This process of separating the binary data into blocks (step 38), determining the respective error detection code (step 40), encoding the block of binary data, the error detection code, the error correction code and the respective sequence number for the block of binary data, such as into a barcode symbol (step 42), and then storing the resulting barcode symbol in a TIFF file (step 44) is then repeated until the entire file has been encoded into a plurality of barcode symbols, as noted by step 46. With respect to the last block of data, any unused space within the buffer is generally padded. Additionally, the sequence number associated with the last block of data may be defined in such a manner as to readily identify the last block. Although the sequence number of the last block may be defined in various manners, the sequence number may be defined as a negative number, such as by performing a two's complement negation of the sequence number that otherwise would be assigned to the last block of data. Since the last block of data will be the only block of data having a negative sequence number, the last block of data may be readily identified thereby.

In constructing the TIFF file, it is noted that the resulting image of the TIFF file may have a predefined width and length, such as 3888 pixels×3888 pixels. As such, once a respective TIFF file reaches its maximum size, the processor 12 may create another TIFF file to store the subsequent barcode symbols. As such, the encoding process may result in the creation of a plurality of TIFF files storing barcode symbols representative of different blocks of binary data.

Also of note is the size of the elements of the barcode symbols. As such, the elements can range in size from a single pixel to an element made up of many hundreds or thousands of pixels, the determination of which is a matter of film grain counts, film quality and writer specifications.

Once the binary data has been encoded, the encoded binary data, such as the barcode symbols representative of the binary data, is then written to the analog archival medium, such as microfilm, by means of the writer 14. See step 48 of FIG. 2. In the above-described embodiment, for example, the encoded binary data is written to the analog archival medium by writing images of the TIFF files to the analog archival medium since each TIFF file includes barcode symbols representative of respective blocks of binary data. Once the writer has written the encoded binary data to the analog archival medium, the processor 12 may update a database that identifies the location of the encoded binary data upon the analog archival medium, such as by reel and frame number in instances in which the encoded binary data is stored on microfilm. See step 50. This database may be maintained in memory 16 or may be printed on paper or preserved on microfilm or another analog archival medium, if so desired. By appropriately processing and handling the analog archival medium, the analog archival medium and the encoded data stored thereon may last for hundreds of years. For example, by processing and handling microfilm in accordance with the ANSI/AIIM MS-23-1998 and MS-45-1990 LE500 procedures, the microfilm and the encoded data written thereto may last for five hundred years.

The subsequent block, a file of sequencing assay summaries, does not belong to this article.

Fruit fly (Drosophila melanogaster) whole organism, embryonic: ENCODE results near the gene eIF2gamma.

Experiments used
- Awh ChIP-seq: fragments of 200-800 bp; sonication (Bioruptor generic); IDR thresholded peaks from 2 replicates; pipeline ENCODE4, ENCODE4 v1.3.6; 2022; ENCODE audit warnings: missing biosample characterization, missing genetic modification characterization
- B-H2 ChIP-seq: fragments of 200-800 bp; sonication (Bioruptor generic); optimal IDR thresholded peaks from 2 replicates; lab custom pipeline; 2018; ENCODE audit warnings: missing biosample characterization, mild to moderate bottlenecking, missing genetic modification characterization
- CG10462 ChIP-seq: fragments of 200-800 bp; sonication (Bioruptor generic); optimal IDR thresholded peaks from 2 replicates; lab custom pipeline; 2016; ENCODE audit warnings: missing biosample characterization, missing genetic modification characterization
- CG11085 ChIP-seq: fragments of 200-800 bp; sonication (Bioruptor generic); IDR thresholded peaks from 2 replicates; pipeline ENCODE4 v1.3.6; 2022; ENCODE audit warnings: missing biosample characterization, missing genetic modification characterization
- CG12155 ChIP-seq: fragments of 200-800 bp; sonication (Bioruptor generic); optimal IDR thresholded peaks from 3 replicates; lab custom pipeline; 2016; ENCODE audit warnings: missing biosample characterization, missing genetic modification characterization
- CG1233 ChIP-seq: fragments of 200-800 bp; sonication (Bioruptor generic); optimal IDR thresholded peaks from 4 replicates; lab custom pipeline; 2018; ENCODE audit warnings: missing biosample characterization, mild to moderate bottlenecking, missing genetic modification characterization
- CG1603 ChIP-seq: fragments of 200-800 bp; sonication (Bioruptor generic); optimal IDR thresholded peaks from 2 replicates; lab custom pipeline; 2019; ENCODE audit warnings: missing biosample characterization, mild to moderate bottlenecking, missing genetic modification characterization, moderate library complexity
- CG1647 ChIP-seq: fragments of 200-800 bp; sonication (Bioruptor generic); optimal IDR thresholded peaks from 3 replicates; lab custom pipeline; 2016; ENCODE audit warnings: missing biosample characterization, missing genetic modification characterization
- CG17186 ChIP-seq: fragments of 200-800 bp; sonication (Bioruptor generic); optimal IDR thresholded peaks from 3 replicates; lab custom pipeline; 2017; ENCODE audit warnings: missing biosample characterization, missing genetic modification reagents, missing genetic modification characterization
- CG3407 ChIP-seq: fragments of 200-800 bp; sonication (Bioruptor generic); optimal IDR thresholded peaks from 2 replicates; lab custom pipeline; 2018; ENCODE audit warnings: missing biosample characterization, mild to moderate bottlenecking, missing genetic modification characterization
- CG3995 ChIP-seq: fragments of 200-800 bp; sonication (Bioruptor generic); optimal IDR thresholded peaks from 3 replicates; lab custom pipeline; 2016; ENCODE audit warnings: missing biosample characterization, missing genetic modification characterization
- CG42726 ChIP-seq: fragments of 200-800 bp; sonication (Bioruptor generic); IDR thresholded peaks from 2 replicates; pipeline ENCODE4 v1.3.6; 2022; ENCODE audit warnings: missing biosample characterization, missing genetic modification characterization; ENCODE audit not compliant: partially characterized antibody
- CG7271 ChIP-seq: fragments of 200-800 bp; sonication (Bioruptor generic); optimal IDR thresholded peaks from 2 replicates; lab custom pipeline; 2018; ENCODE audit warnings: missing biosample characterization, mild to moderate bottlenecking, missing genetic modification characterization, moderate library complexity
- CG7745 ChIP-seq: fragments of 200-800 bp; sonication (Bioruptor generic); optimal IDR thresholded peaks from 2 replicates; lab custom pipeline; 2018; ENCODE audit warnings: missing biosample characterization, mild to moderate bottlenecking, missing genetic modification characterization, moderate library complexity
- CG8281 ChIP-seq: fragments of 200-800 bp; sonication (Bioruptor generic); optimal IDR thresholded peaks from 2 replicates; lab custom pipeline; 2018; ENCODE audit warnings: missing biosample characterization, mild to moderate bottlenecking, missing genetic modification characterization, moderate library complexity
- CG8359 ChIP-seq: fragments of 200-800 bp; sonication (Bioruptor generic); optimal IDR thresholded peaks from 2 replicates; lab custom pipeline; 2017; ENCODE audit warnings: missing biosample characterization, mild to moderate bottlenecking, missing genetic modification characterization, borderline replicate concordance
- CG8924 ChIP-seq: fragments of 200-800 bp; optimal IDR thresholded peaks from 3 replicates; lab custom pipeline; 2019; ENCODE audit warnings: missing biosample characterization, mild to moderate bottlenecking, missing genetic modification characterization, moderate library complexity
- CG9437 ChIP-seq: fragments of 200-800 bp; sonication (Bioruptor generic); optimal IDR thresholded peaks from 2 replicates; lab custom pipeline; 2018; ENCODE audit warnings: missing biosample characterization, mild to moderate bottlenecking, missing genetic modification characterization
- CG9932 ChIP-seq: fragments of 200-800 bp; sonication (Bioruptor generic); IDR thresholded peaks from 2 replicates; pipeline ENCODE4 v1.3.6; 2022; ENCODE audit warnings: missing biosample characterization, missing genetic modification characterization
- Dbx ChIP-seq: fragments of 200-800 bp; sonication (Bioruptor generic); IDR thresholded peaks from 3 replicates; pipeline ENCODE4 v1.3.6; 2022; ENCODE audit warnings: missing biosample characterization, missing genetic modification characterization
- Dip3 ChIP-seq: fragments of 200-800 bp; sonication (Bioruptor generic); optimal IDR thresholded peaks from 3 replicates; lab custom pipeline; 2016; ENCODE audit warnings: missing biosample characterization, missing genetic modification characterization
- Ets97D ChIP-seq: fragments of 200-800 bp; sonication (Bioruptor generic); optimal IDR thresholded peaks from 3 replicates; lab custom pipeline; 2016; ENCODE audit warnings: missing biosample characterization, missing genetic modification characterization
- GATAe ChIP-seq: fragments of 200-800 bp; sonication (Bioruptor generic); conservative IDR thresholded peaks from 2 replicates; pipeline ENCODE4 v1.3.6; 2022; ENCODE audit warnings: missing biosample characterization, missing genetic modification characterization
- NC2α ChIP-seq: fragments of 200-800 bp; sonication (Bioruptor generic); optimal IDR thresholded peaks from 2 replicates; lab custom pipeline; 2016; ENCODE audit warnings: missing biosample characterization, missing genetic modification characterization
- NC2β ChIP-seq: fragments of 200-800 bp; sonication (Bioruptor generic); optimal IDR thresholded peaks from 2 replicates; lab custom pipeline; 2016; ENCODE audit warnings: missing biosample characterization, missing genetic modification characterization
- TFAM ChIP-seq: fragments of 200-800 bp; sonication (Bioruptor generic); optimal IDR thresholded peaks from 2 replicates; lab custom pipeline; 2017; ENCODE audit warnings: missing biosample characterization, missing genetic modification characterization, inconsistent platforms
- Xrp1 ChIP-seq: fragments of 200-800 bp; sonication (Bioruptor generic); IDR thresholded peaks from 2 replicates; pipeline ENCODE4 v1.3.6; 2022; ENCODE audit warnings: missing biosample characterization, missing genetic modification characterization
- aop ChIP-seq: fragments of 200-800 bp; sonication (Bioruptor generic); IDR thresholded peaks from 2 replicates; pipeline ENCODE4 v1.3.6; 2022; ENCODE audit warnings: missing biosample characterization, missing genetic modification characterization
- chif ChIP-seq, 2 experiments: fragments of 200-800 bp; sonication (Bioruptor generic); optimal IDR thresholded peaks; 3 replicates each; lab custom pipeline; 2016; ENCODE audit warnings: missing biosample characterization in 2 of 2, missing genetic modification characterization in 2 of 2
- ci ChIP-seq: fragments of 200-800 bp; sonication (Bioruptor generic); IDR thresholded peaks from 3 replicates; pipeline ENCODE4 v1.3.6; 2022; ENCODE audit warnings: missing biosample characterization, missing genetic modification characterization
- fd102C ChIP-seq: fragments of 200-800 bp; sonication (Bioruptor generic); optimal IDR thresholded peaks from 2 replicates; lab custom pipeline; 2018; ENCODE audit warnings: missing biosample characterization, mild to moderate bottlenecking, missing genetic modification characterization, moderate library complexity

Although not necessarily written on each roll of microfilm, the method and apparatus 10 of one advantageous embodiment of the present invention also writes information relating to the predefined encoding specification according to which the binary data was encoded onto the analog archival medium. See step 52 of FIG. 2. For binary data encoded as a data matrix barcode, for example, the specification that defines the data matrix barcode and the corresponding encoding/decoding process may be written to the analog archival medium. Additionally or alternatively, the information relating to the predefined encoding specification may be comprised of a series of computer instructions, such as the commented source code that is operative to decode the encoded binary data, and may similarly be written onto the analog archival medium. Advantageously, the information relating to the predefined encoding specification is written in an unencoded format, such as by providing the text of the appropriate encoding specification and/or the commented source code. As such, the information relating to the predefined encoding specification may be retrieved from the analog archival medium in the future without requiring the use of any unique or proprietary reader. With respect to information relating to the predefined encoding specification that is written onto microfilm, the information relating to the predefined encoding specification may be read therefrom by illuminating the microfilm with an appropriate light source and focusing the resulting image with a lens upon an appropriate surface. Based upon the information relating to the predefined encoding specification, a person can determine how to read and decode the encoded binary data, even if the encoding technique by which the binary data was encoded has become obsolete since the date on which the encoded binary data was written to the analog archival medium.

While one advantageous embodiment for encoding binary data and writing the encoded binary data to an analog archival medium is described above, the method and apparatus of the present invention also contemplate a number of alternative embodiments. For example, the encoded binary data need not be temporarily stored in TIFF files. Instead, the encoded binary data may be stored in other types of files pending subsequent writing to the analog archival medium. Alternatively, the encoded binary data may be written directly to the analog archival medium following the encoding process without be temporarily stored in a TIFF file or any other type of file.